Turkey Tribulations


Here in South Carolina we’re blessed with moderate temperatures in November. That means the summertime burger grillin’ guys will be able to comfortably continue their outdoor cooking by frying the Thanksgiving turkey in one of those propane-fired deep-fat contraptions. Maybe this is one reason South Carolina is in the top ten states with the most grease and cooking-related claims in November, according to State Farm data.


Fried turkey connoisseurs say cooking a turkey in hot oil makes for juicy meat and crispy skin and takes only a fraction of the time needed for oven roasting. They also think it’s more fun.

That may be true, but it’s dangerous as well. According to the National Fire Protection Association (NFPA), deep fryer fires cause an average of 5 deaths, 60 injuries, and more than $15 million in property damage each year. In fact, the NFPA goes so far as to say that “turkey fryers that use oil, as currently designed, are not suitable for acceptably safe use by even a well-informed and careful consumer.”

So what causes the problem? Since a picture speaks a thousand words, we refer you to the following video produced by State Farm Insurance: https://www.youtube.com/watch?v=hQYTMFCLy5E

These are some of the turkey fryer catastrophes that were reported just in the last couple of years:

In November of 2011, an 87-year old man in suburban Chicago tripped and fell into a deep fryer. “We put the deep fryers on cardboard and I caught my shoe on the edge and just lost my balance,” he said. He had third-degree burns, the most serious kind, on his leg and underwent surgery at the Loyola Burn Center.

Also in 2011, firefighters responded to a fire in North Charleston, South Carolina, caused by a resident who accidentally set the exterior of the house on fire while cooking with a turkey fryer. Fire officials say damage was limited to the siding of the home. No one was injured in the incident.

Last year firefighters in Baltimore County, Maryland, were called when a deck caught fire. The turkey fryer was warming up and splattered over. One person was injured with burns to his arms and face.

Firefighters were summoned to a house in Crystal Lake, Illinois, in November 2012 to attend to a garage fire caused by the deep frying of a turkey. Damage to the garage and attached house was estimated at $80,000.

A Johnstown, Pennsylvania, home was damaged by a 2012 turkey fryer fire. Splashing grease set fire to a wooden deck and nearby brush and also damaged the siding on the house.

A turkey fryer fire in Laurel, Maryland, last year heavily damaged a home when the fryer caught the deck on fire. It then spread to the rest of the home, causing $100,000 in damage and displacing the family.

If you or someone in your family is just insistent on savoring a fried turkey this Thanksgiving, please follow these safety tips so you won’t be in this year’s news:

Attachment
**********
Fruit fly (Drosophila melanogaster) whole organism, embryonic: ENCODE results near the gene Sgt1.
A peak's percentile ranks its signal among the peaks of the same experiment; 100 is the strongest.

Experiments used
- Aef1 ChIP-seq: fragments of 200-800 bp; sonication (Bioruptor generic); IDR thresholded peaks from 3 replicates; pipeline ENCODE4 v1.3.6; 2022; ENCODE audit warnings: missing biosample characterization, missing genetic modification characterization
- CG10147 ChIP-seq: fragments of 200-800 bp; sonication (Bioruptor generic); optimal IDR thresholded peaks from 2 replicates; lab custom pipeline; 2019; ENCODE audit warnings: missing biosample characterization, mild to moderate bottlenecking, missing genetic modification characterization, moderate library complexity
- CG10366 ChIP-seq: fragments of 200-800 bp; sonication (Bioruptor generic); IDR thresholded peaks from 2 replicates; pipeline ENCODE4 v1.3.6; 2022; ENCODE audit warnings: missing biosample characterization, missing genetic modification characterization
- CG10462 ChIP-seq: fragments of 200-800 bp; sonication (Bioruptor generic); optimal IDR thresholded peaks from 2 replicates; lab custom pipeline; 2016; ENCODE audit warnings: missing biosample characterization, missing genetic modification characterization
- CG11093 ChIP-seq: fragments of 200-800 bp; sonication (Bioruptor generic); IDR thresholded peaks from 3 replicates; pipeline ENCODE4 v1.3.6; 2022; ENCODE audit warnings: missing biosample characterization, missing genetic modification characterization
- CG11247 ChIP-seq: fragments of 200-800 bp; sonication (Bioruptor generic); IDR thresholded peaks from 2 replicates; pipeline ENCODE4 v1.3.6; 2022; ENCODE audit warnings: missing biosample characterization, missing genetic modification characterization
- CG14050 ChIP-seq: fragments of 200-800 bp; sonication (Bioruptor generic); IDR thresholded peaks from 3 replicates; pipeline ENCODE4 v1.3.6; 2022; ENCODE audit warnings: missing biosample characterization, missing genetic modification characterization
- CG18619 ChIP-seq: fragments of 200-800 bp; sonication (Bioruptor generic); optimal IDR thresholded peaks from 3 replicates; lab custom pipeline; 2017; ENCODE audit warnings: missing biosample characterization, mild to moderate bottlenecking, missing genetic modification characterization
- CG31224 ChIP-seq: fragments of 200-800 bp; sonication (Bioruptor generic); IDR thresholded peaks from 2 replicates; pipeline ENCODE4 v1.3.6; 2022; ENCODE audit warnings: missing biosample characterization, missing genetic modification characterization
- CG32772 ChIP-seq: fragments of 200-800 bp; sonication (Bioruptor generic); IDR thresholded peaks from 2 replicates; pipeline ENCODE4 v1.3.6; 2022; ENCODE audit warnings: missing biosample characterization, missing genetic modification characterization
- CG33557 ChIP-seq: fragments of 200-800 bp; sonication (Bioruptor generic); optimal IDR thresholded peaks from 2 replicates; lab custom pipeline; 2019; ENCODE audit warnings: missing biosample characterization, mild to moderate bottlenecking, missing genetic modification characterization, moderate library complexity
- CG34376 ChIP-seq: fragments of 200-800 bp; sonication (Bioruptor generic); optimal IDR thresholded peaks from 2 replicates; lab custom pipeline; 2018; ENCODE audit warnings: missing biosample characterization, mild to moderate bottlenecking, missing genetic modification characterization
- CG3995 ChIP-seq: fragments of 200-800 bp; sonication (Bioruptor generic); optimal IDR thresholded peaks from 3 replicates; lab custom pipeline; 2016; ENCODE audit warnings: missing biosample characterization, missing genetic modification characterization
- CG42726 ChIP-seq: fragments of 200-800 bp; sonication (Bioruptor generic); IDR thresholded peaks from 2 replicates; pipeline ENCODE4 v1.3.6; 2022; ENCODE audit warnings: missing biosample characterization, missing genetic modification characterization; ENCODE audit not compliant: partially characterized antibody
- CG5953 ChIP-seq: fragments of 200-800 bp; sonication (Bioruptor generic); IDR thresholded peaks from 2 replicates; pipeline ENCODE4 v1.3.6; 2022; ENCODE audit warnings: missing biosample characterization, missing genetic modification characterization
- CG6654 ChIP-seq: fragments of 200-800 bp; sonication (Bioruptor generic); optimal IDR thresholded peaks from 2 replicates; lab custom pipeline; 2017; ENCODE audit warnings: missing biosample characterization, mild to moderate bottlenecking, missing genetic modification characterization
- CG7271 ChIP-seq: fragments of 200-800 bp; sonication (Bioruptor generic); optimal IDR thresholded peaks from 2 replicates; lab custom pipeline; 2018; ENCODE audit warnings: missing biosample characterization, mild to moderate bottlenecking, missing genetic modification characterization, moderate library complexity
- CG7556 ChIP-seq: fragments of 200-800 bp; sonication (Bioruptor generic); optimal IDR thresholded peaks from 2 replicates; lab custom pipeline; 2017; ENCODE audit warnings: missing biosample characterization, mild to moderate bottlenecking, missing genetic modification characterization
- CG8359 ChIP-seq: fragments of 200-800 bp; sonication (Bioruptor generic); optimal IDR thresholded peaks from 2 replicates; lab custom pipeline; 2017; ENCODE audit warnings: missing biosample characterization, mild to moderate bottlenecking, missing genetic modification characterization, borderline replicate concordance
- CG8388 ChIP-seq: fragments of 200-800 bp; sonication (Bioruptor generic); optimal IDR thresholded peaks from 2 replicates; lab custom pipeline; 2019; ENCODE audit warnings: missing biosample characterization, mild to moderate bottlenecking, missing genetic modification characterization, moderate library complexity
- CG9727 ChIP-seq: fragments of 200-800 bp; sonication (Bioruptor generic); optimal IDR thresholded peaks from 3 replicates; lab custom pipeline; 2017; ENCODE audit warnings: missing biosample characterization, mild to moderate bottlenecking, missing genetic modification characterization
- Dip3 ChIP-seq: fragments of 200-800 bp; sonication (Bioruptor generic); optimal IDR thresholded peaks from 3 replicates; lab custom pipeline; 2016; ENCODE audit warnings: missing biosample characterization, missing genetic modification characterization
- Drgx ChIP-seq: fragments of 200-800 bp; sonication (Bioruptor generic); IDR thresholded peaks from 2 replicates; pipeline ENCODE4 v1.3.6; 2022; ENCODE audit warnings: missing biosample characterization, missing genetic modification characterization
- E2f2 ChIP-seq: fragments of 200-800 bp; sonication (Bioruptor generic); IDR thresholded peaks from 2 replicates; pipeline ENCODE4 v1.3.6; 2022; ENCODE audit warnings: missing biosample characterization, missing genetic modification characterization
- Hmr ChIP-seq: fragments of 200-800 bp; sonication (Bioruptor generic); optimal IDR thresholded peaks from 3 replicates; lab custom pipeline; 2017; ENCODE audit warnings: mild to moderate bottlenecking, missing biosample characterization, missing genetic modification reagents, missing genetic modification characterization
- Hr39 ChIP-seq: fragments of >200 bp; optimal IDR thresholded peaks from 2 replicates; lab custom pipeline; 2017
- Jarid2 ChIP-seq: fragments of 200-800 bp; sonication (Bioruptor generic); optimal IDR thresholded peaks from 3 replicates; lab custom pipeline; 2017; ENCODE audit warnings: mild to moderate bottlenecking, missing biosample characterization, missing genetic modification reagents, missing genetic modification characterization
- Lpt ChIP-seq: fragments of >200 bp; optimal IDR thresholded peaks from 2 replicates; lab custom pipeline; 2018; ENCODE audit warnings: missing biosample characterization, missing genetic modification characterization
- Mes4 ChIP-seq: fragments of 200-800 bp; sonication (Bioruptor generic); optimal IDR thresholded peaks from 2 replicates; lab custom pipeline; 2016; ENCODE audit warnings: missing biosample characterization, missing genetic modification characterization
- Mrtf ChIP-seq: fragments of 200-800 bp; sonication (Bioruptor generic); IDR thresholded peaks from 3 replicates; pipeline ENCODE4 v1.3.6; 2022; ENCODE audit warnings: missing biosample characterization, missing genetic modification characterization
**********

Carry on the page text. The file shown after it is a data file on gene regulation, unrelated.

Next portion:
• Look for the newer fryers with sealed lids to prevent oil spills.
  • Place the fryer in an open area away from all walls, fences or other structures.
  • Make sure there is at least 2 feet of space between the liquid propane tank and fryer burner.
  • Place the liquid propane gas tank and fryer so that any wind blows the heat of the fryer away from the gas tank.
  • Never use the fryer in, on or under a garage, breezeway, carport, porch, deck or any other structure that can catch fire.
  • Never cook in short sleeves, shorts or bare feet. Cover all bare skin when dunking or removing the bird.
  • Protect your eyes with goggles or glasses.
  • Make sure the turkey is completely thawed (the USDA says 24 hours for every 4 to 5 pounds) and be careful with marinades. Oil and water don’t mix and water can cause oil to spill over, creating a fire or even an explosion.
  • Make sure the turkey is dry when placed in the hot oil. Slowly raise and lower the turkey to reduce hot-oil splatter and to avoid burns.
  • Don’t overfill fryer with oil. Turkey fryers can ignite in seconds after oil hits the burner.
  • Keep the fryer in full view while the burner is on.
  • Keep children and pets away from the cooking area.
  • If oil begins to smoke, immediately turn the gas off.
  • Keep a fire extinguisher appropriate for oil fires close at hand and be familiar with how to operate it.
  • Do not use a hose in an attempt to douse a turkey fryer fire.
  • If you do burn yourself, or someone else is burned, seek immediate medical attention.

And a couple of alternatives: You can purchase a fried turkey from a store or catering company. Or consider purchasing one of the new oil-less “fryers” which are powered by propane but the flame is enclosed within a double-walled heating chamber. Upon ignition, infrared waves cook the food and are said to produce results similar to those obtained with hot oil.

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